Modern Masters Pod 2 Recap

Posted in Event Coverage on July 31, 2013

By Frank Karsten

Well, that was an interesting Modern Masters Booster Draft. Here's a little rundown on what everyone played and how they did.

And here are some quick highlights.

A Gift for Brian Kibler

Dragonmaster Brian Kibler's all-time favorite card is Knight of the Reliquary. It brought him the trophy at Pro Tour Austin 2009, and he has been playing it ever since. Including, as it turned out, in today's Modern Masters draft.

Knight of the Reliquary
Brian Kibler couldn't even get away from his all-time favorite card even in Limited.

Kibler could only smile as he was passed the green-white knight in the first pack. "I think it's actually a pretty powerful card in a multi-colored green deck because it fixes and ramps your mana," he said. Of course, Kibler took Knight of the Reliquary and took some land cyclers to be able to splash it in his Green-Blue deck.

Tarmogoyfs Tabling

Two Tarmogoyfs were opened next to each other, as both Stanislav Cifka and Shi Tian Lee opened the mythic rare in their second pack of the draft. However, the 2012 Magic World Championship players are not here to pick a Tarmogoyf for their collection. There are bigger prizes, such as the title of World Champion. Yet, Brian Kibler, who sat directly to the right of Stanislav Cifka, got a chuckle out of being passed Tarmogoyf twice.

Round and round they go. Where will they stop? Well, for one of them, Kibler knows.

"Yeah, that was pretty funny," he said. "I took the first one because it was the best card for my deck. Between cards like Æther Spellbomb, Terramorphic Expanse, and Traumatic Visions, I could assemble a bunch of ways to get cards of various types into my graveyard. I didn't end up playing it in my main deck, but I did board it in. I didn't take the second Tarmogoyf because there was a Search for Tomorrow, which is just too good of a card for my deck." If you want to see how late that second Tarmogoyf went, check out the draft viewer.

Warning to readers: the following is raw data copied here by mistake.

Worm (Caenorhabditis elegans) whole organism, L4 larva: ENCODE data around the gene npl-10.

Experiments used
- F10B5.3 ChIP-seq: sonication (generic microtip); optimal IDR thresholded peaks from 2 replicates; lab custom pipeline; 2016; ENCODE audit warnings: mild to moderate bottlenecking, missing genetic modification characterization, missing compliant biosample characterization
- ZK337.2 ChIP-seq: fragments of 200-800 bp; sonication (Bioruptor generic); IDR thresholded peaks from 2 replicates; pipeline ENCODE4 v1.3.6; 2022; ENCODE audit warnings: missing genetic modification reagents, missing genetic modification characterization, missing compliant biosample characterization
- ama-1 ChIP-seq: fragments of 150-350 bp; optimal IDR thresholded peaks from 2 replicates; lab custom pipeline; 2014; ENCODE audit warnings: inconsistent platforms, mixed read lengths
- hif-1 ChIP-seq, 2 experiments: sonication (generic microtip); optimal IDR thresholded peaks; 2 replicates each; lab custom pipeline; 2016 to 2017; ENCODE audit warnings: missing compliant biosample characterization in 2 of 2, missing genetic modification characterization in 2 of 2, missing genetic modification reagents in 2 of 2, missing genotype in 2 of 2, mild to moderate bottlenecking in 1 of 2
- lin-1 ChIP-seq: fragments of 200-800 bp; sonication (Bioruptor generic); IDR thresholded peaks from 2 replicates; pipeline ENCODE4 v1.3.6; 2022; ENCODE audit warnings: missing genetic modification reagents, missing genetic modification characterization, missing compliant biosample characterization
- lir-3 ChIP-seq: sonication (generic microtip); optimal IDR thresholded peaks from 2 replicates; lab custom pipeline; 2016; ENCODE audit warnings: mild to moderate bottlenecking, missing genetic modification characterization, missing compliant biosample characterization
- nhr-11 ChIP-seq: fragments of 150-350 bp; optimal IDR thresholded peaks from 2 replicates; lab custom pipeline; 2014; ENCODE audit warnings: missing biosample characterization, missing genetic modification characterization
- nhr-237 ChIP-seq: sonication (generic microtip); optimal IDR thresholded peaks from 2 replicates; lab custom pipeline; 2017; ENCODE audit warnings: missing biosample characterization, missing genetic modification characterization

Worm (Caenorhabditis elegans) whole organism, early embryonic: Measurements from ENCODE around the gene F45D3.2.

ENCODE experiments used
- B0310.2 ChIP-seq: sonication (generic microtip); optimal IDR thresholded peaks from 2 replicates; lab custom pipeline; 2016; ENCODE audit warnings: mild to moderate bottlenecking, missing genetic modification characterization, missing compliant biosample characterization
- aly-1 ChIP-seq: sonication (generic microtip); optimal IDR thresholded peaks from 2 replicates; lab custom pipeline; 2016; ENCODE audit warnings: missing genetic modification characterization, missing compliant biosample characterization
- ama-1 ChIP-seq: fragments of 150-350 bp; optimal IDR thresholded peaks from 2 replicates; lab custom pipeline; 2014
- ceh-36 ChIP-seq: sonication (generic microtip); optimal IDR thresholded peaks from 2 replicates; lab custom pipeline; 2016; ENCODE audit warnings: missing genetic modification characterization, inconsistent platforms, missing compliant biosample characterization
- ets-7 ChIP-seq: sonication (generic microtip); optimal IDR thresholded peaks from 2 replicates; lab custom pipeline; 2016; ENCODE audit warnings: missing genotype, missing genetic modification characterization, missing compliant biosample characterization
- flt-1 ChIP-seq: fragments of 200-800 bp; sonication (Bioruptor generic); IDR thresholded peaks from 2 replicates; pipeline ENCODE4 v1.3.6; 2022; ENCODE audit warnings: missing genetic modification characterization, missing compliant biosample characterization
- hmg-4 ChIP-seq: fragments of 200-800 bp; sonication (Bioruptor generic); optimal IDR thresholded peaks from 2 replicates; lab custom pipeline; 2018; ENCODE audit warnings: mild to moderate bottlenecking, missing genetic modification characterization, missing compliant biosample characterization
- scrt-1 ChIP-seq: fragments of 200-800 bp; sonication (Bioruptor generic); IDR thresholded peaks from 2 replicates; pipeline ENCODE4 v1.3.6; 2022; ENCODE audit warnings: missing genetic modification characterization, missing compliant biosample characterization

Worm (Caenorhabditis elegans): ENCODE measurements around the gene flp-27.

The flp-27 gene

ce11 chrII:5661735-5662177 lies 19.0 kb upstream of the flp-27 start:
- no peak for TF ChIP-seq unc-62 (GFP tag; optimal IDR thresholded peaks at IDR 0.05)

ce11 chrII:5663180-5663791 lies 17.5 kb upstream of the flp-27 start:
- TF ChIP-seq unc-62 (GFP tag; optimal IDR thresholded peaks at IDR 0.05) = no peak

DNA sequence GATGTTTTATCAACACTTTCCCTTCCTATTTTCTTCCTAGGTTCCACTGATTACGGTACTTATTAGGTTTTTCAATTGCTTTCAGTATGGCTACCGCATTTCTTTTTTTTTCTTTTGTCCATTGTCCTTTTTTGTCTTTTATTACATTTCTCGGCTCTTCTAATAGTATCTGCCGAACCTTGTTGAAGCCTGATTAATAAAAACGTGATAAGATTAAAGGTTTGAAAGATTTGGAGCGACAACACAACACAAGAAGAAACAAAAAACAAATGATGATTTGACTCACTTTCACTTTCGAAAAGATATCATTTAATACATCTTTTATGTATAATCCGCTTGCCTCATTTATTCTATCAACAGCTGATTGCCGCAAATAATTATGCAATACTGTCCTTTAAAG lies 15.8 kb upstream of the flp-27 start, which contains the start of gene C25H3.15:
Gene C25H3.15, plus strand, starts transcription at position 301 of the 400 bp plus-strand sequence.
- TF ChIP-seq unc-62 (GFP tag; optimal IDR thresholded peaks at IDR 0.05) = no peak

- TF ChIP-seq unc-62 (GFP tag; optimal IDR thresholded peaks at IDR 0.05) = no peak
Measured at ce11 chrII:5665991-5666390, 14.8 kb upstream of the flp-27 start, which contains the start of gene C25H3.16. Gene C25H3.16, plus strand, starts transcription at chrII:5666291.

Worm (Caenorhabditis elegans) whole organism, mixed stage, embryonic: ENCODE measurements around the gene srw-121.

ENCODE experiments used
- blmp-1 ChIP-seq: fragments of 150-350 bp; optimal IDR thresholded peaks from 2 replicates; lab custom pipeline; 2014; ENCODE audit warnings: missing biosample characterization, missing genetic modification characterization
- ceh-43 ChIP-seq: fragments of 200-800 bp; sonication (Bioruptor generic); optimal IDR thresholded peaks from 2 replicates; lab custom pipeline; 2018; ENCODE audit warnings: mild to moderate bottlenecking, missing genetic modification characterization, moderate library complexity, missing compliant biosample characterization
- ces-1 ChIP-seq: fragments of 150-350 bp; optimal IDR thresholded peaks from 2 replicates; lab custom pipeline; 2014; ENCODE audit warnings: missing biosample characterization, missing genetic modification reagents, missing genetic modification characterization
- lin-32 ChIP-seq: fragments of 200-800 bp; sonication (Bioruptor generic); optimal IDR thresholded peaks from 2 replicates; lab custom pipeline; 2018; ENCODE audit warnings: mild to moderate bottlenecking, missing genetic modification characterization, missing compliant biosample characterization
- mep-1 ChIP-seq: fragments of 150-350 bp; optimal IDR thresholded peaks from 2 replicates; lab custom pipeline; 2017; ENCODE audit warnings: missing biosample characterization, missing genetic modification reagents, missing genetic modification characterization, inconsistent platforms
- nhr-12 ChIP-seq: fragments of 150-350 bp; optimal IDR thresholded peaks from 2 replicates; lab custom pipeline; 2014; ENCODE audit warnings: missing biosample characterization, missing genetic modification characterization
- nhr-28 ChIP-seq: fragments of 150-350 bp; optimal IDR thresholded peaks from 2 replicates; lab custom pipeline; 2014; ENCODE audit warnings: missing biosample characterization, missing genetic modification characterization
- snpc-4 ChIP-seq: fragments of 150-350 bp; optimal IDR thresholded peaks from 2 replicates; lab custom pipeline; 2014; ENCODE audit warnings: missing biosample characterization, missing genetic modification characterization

The Sunburst Domain

Yesterday, I asked Grand Prix Top 8 collector Martin Juza and Pro Tour Return to Ravnica champion Stanislav Cifka what their favorite two-card combo in Modern Masters Limited was, and they came up with this.

Kodama's Reach and a basic land.

Kodama's Reach
Kodama's Reach and a basic land: great two-card combo, or greatest two-card combo?

Today, both of them ended up with a five-color green deck for the Modern Masters draft. Was this a strategy that the Czech players were planning to force all along? As it turns out, their comment from yesterday was just a joke. "The cards went this way in the draft," Juza said. Cifka also explained that he wasn't planning to force this archetype. "There simply weren't many good cards in the packs, so I took the mana fixers," he said. It didn't really work out for them, as they only scored six points between the two of them.

The Hardest Pick

The main story of this draft belonged to renowned Limited master Ben Stark. When Stark, who won an astounding 71% of his Limited matches this season and usually decides on a pick in seconds, mentions "that was one of the hardest picks I've ever had," we should pay attention.

Allow me to set the stage.

Stark started the draft by keeping his options open with a first-pick Kitchen Finks and a second-pick Careful Consideration, passing an Errant Ephemeron and a Yosei, the Morning Star to his left neighbor Tom Martell. Subsequently, Stark received notably late Etherium Sculptors and Æther Spellbombs. This convinced him that no one else was drafting Affinity at the table, and he moved in. He got rewarded in the second pack with multiple Myr Enforcers, and was putting together a very solid Blue-White Affinity deck. All that despite the fact that his neighbor Tom Martell was drafting the same colors. "Colors don't matter as much as synergy when you're drafting Affinity," Stark said. "There can be a blue-white control deck next to me and it doesn't matter because we're both looking for completely different cards."

The big moment came when he opened his third pack and was presented with the choice between Meloku the Clouded Mirror and Sanctum Gargoyle. Wow. "Meloku is one of the best cards in the set, but Sanctum Gargoyle is one of the best cards for my specific deck," Stark explained after the draft. "It was super close, possibly one of the hardest picks I've ever had, and I took the full amount of time on that pick. I decided that Sanctum Gargoyle is the better card for my deck, but I also had to consider some other things. First off, there was a chance that Sanctum Gargoyle would wheel, but the pack was far from deep, so I was afraid that someone else would hate it. On the other hand, Meloku would be good in another player's deck." After using up all the time available to him, Stark had to make a pick.

It worked out for him. He assembled an impressive Affinity deck and destroyed opponent after opponent with Etherium Sculptor, Myr Enforcer, and of course, Sanctum Gargoyle.

Boasting a 3-0 record, Stark showed the world once again that when it comes to making draft picks, he's the best of the best.

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